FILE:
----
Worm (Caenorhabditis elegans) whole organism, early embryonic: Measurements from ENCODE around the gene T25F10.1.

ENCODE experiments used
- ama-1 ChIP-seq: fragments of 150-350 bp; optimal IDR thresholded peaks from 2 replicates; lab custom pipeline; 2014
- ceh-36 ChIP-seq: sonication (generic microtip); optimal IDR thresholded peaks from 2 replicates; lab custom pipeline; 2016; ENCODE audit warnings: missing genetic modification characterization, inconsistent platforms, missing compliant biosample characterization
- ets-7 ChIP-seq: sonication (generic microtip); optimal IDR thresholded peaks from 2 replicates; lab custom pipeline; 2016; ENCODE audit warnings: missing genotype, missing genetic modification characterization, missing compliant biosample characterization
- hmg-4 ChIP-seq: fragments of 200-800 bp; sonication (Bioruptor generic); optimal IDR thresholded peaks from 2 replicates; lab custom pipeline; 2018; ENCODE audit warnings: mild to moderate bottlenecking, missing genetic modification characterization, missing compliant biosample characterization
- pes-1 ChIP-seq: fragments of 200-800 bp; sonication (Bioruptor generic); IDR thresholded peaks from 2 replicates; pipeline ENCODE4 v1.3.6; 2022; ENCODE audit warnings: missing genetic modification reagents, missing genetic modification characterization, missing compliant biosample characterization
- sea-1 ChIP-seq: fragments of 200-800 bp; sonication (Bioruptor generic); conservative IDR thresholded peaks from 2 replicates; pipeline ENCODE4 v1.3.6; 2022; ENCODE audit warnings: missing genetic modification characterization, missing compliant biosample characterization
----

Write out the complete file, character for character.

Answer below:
Worm (Caenorhabditis elegans) whole organism, early embryonic: Measurements from ENCODE around the gene T25F10.1.

ENCODE experiments used
- ama-1 ChIP-seq: fragments of 150-350 bp; optimal IDR thresholded peaks from 2 replicates; lab custom pipeline; 2014
- ceh-36 ChIP-seq: sonication (generic microtip); optimal IDR thresholded peaks from 2 replicates; lab custom pipeline; 2016; ENCODE audit warnings: missing genetic modification characterization, inconsistent platforms, missing compliant biosample characterization
- ets-7 ChIP-seq: sonication (generic microtip); optimal IDR thresholded peaks from 2 replicates; lab custom pipeline; 2016; ENCODE audit warnings: missing genotype, missing genetic modification characterization, missing compliant biosample characterization
- hmg-4 ChIP-seq: fragments of 200-800 bp; sonication (Bioruptor generic); optimal IDR thresholded peaks from 2 replicates; lab custom pipeline; 2018; ENCODE audit warnings: mild to moderate bottlenecking, missing genetic modification characterization, missing compliant biosample characterization
- pes-1 ChIP-seq: fragments of 200-800 bp; sonication (Bioruptor generic); IDR thresholded peaks from 2 replicates; pipeline ENCODE4 v1.3.6; 2022; ENCODE audit warnings: missing genetic modification reagents, missing genetic modification characterization, missing compliant biosample characterization
- sea-1 ChIP-seq: fragments of 200-800 bp; sonication (Bioruptor generic); conservative IDR thresholded peaks from 2 replicates; pipeline ENCODE4 v1.3.6; 2022; ENCODE audit warnings: missing genetic modification characterization, missing compliant biosample characterization